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Sports Then and Now



1972 Olympic Terrorist Attack: Remembering Sports Darkest Day 2

Posted on September 05, 2012 by Dean Hybl

Jim McKay kept the world abreast on the tragic events of the 1972 Munich Olympics.

It was 40 years ago, September 5, 1972, when sports and politics merged in a tragic manner with the killing of 11 Israeli hostages during the 1972 Summer Olympics in Munich, Germany.

One of the things that made this tragedy so engaging was that it was broadcast live across the country and world through the reporting of ABC News and Sports. While today having cameras covering live-action events is standard practice, this was ground breaking real-time access in 1972 and gave viewers a far different perspective of what was happening than ever before.

Anchoring the coverage for ABC was renowned sports broadcaster Jim McKay. In addition, Chris Schenkel in the studio and  Howard Cosell and Peter Jennings posted on the grounds added unique perspective and insight.

Now 40 years later re-watching the coverage it looks a little primitive and dated compared to modern high-definition video, but for the times it was amazing that they were able to get such close-up footage of the terrorists, police and negotiators.

While there is little doubt that the negotiations and rescue mission associated with the tragedy were badly managed and plagued by confusion and ineptitude by the Germany police, the broadcast by ABC was handled with amazing professionalism and grace.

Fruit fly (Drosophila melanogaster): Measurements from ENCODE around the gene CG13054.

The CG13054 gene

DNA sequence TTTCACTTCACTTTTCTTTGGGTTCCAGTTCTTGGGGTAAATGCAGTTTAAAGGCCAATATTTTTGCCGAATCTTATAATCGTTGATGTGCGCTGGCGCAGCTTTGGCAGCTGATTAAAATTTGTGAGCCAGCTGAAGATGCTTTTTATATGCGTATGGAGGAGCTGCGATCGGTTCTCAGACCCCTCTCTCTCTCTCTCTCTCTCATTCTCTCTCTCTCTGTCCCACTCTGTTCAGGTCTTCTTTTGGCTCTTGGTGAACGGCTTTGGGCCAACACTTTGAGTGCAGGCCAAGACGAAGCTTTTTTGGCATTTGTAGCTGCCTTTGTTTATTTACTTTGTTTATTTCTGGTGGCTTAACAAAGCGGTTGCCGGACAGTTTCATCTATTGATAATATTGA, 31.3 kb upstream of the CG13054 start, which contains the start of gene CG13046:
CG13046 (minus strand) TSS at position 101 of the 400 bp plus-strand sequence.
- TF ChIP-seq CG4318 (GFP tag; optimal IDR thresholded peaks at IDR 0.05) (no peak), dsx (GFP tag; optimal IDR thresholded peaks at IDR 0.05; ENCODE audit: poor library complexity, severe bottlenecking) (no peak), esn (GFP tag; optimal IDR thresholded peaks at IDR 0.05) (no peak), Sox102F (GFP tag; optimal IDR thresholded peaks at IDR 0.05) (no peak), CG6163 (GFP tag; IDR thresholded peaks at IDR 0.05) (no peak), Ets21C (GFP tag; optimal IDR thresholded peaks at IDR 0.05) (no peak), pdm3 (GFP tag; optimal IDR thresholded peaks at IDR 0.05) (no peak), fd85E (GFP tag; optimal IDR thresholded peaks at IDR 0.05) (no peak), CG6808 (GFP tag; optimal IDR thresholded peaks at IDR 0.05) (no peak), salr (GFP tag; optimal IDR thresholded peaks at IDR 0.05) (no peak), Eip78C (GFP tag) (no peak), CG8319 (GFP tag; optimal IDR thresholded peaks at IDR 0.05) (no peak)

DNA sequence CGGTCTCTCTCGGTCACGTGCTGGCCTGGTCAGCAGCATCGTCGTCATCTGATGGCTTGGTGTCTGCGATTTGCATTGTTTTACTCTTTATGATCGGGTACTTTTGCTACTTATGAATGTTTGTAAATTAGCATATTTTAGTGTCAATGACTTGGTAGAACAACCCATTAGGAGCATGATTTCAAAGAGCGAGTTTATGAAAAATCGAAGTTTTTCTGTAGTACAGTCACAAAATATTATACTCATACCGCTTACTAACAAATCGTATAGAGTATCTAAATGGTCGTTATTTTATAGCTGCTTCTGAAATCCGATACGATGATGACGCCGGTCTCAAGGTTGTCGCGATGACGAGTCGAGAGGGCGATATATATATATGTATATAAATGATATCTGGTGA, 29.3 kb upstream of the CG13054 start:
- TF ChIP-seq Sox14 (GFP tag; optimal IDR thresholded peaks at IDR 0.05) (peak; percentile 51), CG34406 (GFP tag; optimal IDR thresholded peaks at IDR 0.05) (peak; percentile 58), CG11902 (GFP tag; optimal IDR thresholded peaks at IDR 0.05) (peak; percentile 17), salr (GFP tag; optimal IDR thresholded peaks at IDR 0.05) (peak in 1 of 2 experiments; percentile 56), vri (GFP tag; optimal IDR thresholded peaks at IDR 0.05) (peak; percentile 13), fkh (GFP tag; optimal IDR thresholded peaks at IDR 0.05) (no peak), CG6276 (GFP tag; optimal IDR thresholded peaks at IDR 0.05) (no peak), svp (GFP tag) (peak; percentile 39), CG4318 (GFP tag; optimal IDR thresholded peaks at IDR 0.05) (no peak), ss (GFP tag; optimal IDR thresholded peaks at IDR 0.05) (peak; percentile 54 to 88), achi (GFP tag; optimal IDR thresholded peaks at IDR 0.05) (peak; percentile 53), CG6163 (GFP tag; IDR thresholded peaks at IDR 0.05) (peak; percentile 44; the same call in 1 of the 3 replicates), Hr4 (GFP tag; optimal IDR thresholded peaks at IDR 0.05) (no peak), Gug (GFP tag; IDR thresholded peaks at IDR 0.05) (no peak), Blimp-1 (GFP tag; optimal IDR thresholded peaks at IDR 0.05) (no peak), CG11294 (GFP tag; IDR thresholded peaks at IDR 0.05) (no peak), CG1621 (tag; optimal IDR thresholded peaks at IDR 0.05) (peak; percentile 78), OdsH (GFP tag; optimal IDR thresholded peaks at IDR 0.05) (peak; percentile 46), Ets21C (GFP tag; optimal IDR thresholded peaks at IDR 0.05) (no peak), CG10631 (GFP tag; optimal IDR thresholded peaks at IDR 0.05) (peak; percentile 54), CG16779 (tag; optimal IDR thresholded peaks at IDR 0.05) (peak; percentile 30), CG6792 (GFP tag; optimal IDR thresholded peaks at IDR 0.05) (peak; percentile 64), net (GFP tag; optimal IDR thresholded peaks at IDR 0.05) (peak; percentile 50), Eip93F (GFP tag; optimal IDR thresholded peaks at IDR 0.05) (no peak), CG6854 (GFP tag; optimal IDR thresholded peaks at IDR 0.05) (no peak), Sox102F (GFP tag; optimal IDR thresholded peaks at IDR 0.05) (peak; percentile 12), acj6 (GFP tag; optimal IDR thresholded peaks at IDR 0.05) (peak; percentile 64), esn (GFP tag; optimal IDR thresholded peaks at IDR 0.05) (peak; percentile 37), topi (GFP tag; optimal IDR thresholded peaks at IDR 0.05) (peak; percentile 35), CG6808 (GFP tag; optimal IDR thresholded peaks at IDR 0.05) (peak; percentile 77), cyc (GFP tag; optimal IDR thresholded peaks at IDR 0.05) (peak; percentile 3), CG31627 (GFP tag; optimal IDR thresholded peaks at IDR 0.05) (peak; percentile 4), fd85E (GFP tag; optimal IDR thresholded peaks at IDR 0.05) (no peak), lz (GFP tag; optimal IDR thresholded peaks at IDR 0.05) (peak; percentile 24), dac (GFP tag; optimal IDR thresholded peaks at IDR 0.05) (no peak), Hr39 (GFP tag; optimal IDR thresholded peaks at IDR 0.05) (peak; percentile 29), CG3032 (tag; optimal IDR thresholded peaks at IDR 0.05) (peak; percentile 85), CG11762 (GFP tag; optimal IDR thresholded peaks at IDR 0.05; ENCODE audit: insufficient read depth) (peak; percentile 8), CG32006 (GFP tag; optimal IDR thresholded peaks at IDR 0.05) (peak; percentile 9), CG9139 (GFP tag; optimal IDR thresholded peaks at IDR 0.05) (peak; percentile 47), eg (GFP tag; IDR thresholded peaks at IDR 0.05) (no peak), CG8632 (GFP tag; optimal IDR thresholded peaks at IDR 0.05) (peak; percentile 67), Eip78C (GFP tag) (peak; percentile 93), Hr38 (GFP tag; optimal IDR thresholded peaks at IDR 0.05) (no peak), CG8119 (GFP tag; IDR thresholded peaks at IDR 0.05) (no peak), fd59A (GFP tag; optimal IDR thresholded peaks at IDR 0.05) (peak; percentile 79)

The final announcement by Jim McKay that they were “all gone” was done with amazing humility, sadness and grace and stand as one of the most memorable live broadcasts in television history.

It is quite sad that 40 years later the Olympic leaders refused to recognize this tragic event with a moment of silence. The tragic occurrences of Munich transcend politics and political views and should be remembered as a sad moment where innocent athletes had their dreams and lives snatched away. Acknowledging and remembering these athletes is not a political statement, but a statement about the importance of human life and the mission of the Olympics to bring together people from different nations around a common purpose.

In remembrance of the 40th anniversary, here are some clips from the amazing ABC coverage as well as documentaries that look back at the tragic events.

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